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This chapter has attempted to clarify the regulatory aspects relevant to understanding why aquaponics presently is not eligible for organic certification in the EU and the USA. As in the EU, the main paradigm behind organic farming in the USA is briefly, to manage soils in a natural way. In the EU, organic certification decisions for organic aquaponics are not carried out by local authorities, whereas the USA has seen a growth in this type of action in the last few years as well as an increase in private peer-review certifications and decisions of individual organic certification agencies.
In principle, all EU organic regulations are open to adaptation as soon as there is new scientific evidence, as stated in paragraph 24.
Organic aquaculture is a relatively new field of organic production compared to organic agriculture, where long experience exists at the farm level. Given consumers' growing interest in organic aquaculture products further growth in the conversion of aquaculture units to organic production is likely. This will soon lead to increased experience and technical knowledge. Moreover, planned research is expected to result in new knowledge in particular on containment systems, the need of non- organic feed ingredients, or stocking densities for certain species. New knowledge and technical development, which would lead to an improvement in organic aquaculture, should be reflected in the production rules. Therefore provision should be made to review the present legislation with a view to modifying it where appropriate.
So, the horticultural, aquacultural and organic sectors would need to organize themselves, integrating knowledge from different domains. Yet, there are difficulties in convening such knowledge-intensive discussions as the experts and the communities of practice are fragmented and dispersed. Moreover, it is a knowledgeintensive endeavour: the NOSB subcommittee on Hydroponic and aquaponics stated that an in-depth justification would need more time (NOSB 2017; Hydroponic & Aquaponic Subcommittee Report, p. 2). In the EU, the most important Organic Research Institute (FiBL) involved in regulation and input testing is based in Switzerland. However, with its new organizational umbrella now located in Brussels, circumstances are expected to improve in the coming years. Still, to review all the details of every component of hydroponic and aquaculture will raise new questions that only a very few organic greenhouse and aquaculture experts in Europe will be able to answer. Aquaponics actors might then be in a situation to discuss (a) the circular economy approach, e.g. from the point of view of Life Cycle Assessment and in terms of the construction and production components used to compare it with a soil-based production and (b) to consider the question of how does aquaponics improve the on-site (sustainability) situation of fish and plant production. Asking such questions may stimulate ideas for new system-designed aquaponics that might be perceived as interesting by the organic community. However, it may also raise new (or in fact old) barriers to the implementation of large-scale organic production, e.g. thinking of organic pots that do not pose a challenge to the potting machine for aquaponics salads and fish welfare indicators in order to develop knowledge-based species-specific stocking densities. In this way, system design changes may raise new research questions.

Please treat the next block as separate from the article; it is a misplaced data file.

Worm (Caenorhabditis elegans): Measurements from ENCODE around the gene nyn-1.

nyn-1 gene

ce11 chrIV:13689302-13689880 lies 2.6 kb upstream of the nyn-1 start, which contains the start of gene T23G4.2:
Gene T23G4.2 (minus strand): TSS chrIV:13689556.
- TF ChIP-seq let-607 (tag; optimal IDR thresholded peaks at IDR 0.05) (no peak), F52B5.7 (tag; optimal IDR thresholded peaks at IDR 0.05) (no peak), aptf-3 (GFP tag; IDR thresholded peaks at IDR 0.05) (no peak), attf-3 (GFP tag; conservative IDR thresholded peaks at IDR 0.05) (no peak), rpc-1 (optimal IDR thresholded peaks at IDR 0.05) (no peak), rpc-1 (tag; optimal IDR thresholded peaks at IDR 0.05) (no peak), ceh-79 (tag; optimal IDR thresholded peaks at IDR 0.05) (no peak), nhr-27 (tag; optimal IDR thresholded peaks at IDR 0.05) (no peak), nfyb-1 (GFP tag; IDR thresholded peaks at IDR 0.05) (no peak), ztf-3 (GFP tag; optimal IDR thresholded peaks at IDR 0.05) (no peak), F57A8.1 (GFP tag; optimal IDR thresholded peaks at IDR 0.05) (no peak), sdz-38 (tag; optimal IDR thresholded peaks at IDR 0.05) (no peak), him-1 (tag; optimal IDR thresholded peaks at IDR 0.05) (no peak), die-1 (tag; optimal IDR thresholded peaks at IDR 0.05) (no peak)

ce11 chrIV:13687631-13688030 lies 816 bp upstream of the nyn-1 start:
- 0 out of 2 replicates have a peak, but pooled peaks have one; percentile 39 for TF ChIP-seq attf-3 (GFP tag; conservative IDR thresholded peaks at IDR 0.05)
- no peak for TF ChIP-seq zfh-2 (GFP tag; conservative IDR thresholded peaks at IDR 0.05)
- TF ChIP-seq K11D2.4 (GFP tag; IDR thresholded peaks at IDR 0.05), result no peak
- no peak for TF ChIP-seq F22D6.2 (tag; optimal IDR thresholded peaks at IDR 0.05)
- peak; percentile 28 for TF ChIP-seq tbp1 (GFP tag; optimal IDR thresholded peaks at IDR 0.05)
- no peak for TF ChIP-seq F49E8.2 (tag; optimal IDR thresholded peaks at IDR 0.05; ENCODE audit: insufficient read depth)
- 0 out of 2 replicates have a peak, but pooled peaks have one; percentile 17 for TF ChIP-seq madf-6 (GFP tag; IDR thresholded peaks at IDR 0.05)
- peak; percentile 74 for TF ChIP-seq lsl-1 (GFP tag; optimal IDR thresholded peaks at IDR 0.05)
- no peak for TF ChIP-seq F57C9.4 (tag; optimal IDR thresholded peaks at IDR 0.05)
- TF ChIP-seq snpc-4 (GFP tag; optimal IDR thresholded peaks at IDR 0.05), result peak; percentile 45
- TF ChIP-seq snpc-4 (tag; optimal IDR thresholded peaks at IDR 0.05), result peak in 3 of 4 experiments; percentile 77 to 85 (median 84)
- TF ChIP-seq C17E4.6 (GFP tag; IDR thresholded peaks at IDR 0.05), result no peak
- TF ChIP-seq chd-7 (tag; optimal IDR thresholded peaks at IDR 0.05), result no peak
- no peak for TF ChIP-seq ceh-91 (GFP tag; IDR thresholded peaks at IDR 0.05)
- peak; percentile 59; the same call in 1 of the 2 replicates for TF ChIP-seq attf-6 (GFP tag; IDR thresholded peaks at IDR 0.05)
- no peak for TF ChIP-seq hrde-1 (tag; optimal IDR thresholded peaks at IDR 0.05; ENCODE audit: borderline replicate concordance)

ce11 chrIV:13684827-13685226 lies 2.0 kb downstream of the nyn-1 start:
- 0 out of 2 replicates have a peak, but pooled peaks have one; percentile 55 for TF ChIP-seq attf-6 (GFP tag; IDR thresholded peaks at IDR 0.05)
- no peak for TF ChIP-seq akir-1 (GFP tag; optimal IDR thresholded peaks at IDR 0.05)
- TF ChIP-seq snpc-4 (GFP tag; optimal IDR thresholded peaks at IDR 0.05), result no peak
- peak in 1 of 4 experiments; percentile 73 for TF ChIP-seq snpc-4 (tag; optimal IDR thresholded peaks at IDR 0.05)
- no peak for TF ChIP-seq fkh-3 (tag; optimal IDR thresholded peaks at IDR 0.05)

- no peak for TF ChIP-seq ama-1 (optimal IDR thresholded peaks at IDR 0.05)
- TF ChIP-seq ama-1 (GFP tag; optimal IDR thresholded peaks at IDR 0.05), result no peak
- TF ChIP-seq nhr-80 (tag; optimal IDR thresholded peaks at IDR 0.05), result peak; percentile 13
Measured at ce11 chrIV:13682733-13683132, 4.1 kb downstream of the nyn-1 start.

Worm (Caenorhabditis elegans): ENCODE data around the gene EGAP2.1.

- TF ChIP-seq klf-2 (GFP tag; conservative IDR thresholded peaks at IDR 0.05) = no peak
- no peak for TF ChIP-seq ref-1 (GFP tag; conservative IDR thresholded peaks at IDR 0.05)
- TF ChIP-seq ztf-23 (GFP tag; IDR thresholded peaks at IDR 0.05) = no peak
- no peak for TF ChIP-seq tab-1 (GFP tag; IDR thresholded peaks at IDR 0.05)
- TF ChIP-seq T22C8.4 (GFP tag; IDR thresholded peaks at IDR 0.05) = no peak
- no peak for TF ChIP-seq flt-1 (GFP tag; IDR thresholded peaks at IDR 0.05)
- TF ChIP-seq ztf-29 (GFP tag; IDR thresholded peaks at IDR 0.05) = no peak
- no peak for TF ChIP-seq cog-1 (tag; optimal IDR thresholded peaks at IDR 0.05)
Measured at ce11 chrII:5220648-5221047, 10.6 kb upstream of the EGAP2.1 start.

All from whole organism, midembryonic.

For the time being, more collaborative research and development into developing aquaponics systems for the organic sector might be an interesting pathway that would best be discussed and developed among open-minded experts and growers from aquaponics, organic greenhouse production and organic aquaculture. To conclude, there is a great need for a knowledge exchange and discussion among the aquaponics and organic niches to explore the potentials and limitations of their respective production models, and reach some kind of consensus as to whether there is a future role for recirculating aquaponics systems in the organic community and what organic aquaponics could actually look like. But with the diverse visions of aquaponics systems by entrepreneurs, farmers, researchers and communities already in place, what would certify them all as organic mean for communication to the consumer, for marketing and for achieving sustainability goals? In the USA as in Europe, the question is who would benefit from organic certification of aquaponics? At present, aquaponics seems somewhat to be an ugly duckling both within the conventional and the organic agriculture regimes, but in the future it may turn into a beautiful sustainable swan—-and may be certified organic?!